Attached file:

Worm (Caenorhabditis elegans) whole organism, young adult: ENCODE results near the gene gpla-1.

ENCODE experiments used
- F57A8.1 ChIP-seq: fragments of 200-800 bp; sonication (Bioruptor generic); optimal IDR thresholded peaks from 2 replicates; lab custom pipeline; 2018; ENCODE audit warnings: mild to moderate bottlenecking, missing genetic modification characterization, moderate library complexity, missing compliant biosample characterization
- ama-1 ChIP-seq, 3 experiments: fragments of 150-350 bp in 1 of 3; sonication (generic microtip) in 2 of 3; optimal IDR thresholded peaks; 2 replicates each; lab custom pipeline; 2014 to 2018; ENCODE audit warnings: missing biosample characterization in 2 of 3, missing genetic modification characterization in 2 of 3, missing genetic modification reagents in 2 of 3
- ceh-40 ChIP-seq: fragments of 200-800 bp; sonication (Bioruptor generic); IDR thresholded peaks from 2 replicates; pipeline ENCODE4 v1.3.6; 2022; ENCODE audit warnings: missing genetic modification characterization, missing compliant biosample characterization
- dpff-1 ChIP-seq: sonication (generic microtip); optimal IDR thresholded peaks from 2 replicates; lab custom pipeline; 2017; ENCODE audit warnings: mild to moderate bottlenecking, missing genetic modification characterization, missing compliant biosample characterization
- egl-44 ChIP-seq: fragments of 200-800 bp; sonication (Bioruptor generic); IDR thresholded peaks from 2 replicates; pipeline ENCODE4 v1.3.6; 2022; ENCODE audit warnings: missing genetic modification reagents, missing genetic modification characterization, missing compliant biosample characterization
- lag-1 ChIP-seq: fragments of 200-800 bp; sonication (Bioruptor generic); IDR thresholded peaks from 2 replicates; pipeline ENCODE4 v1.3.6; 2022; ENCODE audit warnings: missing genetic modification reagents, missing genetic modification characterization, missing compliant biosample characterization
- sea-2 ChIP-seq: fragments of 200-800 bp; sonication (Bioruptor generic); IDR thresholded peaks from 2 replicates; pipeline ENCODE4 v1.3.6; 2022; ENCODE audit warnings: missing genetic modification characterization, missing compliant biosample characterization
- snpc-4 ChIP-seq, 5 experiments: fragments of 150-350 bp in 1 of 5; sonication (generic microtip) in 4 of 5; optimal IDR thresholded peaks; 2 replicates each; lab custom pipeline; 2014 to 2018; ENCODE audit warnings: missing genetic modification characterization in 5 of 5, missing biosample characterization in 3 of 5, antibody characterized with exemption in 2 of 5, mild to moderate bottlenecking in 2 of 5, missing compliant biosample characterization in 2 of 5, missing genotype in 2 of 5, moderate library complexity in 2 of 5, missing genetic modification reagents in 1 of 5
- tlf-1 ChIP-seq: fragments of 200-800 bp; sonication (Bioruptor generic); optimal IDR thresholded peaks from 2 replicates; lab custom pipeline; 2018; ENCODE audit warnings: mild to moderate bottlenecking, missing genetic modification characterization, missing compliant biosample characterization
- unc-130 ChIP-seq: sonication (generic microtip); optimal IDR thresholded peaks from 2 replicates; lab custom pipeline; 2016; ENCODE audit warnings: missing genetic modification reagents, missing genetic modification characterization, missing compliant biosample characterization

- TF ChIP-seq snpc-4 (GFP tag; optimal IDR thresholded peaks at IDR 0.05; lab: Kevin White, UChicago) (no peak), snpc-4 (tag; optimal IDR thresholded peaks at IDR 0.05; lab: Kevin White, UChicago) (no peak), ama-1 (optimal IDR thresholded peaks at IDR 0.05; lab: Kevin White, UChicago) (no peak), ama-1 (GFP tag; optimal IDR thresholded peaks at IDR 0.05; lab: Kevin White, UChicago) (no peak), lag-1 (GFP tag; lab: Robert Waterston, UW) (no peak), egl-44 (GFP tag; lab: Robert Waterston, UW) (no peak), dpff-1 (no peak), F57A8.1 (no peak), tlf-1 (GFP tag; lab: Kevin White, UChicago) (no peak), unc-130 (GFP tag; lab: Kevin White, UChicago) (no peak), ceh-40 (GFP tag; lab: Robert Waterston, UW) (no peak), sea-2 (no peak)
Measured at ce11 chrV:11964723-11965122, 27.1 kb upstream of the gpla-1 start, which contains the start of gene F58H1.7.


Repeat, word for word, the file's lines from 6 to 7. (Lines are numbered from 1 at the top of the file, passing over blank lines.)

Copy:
- dpff-1 ChIP-seq: sonication (generic microtip); optimal IDR thresholded peaks from 2 replicates; lab custom pipeline; 2017; ENCODE audit warnings: mild to moderate bottlenecking, missing genetic modification characterization, missing compliant biosample characterization
- egl-44 ChIP-seq: fragments of 200-800 bp; sonication (Bioruptor generic); IDR thresholded peaks from 2 replicates; pipeline ENCODE4 v1.3.6; 2022; ENCODE audit warnings: missing genetic modification reagents, missing genetic modification characterization, missing compliant biosample characterization